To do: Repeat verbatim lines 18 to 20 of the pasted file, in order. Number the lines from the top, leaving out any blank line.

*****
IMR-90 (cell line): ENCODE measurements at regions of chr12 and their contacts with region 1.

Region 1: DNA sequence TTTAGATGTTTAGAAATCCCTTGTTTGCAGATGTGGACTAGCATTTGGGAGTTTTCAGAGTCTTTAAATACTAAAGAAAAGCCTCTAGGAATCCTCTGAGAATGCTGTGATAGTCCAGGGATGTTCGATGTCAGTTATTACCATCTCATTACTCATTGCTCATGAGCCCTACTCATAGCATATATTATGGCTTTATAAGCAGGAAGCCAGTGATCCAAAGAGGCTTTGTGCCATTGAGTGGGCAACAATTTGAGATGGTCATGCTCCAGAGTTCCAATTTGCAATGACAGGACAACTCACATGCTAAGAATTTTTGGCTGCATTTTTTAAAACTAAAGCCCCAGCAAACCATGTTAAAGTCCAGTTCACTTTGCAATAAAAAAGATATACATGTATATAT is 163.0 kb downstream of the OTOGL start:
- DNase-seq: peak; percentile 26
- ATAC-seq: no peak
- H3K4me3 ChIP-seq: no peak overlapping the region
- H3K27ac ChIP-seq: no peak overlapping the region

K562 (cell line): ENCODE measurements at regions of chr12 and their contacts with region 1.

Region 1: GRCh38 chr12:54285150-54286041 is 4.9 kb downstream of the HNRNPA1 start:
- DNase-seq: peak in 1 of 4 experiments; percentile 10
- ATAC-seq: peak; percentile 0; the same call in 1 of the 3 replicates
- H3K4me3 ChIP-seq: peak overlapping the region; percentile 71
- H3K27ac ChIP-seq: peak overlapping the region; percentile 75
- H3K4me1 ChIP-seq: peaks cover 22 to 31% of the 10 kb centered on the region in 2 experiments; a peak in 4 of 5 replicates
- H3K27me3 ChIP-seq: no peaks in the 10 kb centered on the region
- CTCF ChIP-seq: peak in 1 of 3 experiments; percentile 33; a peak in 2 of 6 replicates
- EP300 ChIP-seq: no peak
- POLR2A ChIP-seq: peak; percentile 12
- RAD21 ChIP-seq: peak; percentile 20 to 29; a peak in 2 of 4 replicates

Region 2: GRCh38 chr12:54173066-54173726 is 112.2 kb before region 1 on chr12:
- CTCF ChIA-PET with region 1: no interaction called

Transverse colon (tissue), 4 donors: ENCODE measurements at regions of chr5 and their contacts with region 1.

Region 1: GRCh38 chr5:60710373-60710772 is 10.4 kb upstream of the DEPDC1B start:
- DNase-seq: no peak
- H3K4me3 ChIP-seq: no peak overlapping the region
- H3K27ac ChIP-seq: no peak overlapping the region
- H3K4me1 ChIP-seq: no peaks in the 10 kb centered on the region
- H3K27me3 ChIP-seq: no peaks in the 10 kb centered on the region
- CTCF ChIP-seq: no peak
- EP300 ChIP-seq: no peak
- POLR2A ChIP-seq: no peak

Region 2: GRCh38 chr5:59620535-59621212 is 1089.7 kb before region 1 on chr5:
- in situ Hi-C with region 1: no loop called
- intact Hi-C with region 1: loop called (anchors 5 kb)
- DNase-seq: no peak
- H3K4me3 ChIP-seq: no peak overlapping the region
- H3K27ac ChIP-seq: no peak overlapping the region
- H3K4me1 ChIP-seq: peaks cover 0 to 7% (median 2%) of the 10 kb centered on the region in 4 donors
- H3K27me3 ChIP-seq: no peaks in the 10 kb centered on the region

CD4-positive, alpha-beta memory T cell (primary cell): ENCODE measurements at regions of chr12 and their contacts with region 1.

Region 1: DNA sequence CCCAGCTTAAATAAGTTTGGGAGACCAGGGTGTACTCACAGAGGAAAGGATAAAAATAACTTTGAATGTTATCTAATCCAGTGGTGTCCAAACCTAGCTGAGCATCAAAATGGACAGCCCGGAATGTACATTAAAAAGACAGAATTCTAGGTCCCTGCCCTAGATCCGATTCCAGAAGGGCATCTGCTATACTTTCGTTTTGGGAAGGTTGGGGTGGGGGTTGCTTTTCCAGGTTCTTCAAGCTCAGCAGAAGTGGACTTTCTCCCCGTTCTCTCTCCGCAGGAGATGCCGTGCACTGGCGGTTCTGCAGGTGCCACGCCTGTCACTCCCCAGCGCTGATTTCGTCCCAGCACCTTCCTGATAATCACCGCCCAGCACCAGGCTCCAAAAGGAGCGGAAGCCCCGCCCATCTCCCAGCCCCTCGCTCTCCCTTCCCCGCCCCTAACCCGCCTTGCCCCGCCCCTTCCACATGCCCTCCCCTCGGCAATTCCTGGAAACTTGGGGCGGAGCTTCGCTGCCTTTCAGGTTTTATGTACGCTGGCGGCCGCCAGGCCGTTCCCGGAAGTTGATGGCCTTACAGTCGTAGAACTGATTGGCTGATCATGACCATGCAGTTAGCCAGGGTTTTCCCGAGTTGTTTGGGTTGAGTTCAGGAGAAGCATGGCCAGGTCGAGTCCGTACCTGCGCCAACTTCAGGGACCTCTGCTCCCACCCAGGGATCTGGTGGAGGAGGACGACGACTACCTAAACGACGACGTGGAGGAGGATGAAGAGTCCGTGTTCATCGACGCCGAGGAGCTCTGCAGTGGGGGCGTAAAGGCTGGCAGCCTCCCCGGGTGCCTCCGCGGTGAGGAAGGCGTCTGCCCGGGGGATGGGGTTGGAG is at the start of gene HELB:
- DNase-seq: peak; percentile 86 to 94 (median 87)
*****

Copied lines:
- RAD21 ChIP-seq: peak; percentile 20 to 29; a peak in 2 of 4 replicates

Region 2: GRCh38 chr12:54173066-54173726 is 112.2 kb before region 1 on chr12:
- CTCF ChIA-PET with region 1: no interaction called